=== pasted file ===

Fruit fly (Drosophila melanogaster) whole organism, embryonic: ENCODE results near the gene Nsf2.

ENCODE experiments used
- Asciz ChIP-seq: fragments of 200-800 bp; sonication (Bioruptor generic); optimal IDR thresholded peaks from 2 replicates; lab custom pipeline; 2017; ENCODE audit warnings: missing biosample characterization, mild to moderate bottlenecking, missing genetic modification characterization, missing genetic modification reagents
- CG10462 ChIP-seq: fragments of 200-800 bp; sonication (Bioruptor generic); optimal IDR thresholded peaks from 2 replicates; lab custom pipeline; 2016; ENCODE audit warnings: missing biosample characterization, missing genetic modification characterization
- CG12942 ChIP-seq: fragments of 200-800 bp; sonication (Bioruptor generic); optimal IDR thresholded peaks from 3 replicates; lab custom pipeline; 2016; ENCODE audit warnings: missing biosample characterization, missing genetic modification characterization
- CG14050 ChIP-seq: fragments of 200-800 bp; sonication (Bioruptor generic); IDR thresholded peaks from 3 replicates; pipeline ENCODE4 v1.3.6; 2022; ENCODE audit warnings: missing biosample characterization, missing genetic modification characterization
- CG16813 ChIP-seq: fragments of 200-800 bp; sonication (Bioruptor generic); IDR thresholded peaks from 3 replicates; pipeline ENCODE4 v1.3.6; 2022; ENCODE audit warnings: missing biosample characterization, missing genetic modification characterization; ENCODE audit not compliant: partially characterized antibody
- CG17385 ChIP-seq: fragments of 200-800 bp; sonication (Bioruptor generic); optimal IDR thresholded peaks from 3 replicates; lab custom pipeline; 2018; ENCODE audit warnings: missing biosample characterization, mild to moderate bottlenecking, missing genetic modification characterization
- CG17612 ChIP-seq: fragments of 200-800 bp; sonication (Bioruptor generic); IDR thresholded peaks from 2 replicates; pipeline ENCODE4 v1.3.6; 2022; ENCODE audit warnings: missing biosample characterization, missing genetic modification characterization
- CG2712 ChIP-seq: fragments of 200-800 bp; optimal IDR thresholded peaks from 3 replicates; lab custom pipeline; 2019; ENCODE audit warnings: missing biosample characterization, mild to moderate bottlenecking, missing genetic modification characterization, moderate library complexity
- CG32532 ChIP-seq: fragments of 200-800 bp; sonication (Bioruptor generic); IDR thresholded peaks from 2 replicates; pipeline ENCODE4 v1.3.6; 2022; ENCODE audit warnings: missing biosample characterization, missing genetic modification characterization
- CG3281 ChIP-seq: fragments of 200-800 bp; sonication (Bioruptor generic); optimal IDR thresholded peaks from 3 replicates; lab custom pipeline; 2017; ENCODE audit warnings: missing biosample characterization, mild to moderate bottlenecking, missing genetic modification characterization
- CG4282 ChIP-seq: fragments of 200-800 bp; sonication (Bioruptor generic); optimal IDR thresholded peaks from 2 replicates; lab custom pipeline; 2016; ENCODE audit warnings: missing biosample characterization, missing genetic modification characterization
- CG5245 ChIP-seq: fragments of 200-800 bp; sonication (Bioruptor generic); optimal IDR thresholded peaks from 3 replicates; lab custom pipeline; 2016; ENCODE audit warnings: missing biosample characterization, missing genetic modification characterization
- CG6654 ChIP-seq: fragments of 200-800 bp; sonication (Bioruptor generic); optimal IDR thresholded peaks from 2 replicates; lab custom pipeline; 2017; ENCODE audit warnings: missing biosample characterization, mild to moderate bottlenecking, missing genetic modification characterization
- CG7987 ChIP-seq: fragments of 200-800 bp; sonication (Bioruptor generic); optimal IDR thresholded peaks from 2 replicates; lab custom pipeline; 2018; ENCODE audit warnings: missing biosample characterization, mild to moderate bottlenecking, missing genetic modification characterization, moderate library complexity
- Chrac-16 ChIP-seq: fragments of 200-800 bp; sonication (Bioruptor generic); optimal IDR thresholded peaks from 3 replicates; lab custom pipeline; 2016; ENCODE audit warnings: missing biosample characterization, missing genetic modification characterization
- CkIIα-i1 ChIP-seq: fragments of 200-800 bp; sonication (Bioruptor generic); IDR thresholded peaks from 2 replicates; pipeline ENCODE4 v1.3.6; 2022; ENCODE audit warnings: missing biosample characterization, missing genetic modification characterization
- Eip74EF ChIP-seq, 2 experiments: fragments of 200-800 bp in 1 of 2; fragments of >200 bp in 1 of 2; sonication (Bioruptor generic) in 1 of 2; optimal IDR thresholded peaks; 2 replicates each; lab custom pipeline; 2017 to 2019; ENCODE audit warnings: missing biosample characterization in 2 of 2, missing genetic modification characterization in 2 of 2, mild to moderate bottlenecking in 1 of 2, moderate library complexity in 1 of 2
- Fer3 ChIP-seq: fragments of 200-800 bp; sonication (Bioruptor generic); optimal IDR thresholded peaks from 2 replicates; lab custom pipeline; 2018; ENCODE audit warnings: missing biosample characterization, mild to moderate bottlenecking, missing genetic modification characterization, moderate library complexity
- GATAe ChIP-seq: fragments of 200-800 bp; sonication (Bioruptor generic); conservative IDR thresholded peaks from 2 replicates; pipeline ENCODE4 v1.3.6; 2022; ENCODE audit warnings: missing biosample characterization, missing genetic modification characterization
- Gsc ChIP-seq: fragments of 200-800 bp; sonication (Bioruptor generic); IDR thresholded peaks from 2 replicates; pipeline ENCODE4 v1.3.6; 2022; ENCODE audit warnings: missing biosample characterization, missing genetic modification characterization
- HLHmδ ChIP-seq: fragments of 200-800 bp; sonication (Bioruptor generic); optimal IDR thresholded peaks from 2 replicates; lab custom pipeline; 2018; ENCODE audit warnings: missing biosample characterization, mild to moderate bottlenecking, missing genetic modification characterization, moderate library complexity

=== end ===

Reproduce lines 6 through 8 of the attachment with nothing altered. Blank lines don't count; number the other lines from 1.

- CG14050 ChIP-seq: fragments of 200-800 bp; sonication (Bioruptor generic); IDR thresholded peaks from 3 replicates; pipeline ENCODE4 v1.3.6; 2022; ENCODE audit warnings: missing biosample characterization, missing genetic modification characterization
- CG16813 ChIP-seq: fragments of 200-800 bp; sonication (Bioruptor generic); IDR thresholded peaks from 3 replicates; pipeline ENCODE4 v1.3.6; 2022; ENCODE audit warnings: missing biosample characterization, missing genetic modification characterization; ENCODE audit not compliant: partially characterized antibody
- CG17385 ChIP-seq: fragments of 200-800 bp; sonication (Bioruptor generic); optimal IDR thresholded peaks from 3 replicates; lab custom pipeline; 2018; ENCODE audit warnings: missing biosample characterization, mild to moderate bottlenecking, missing genetic modification characterization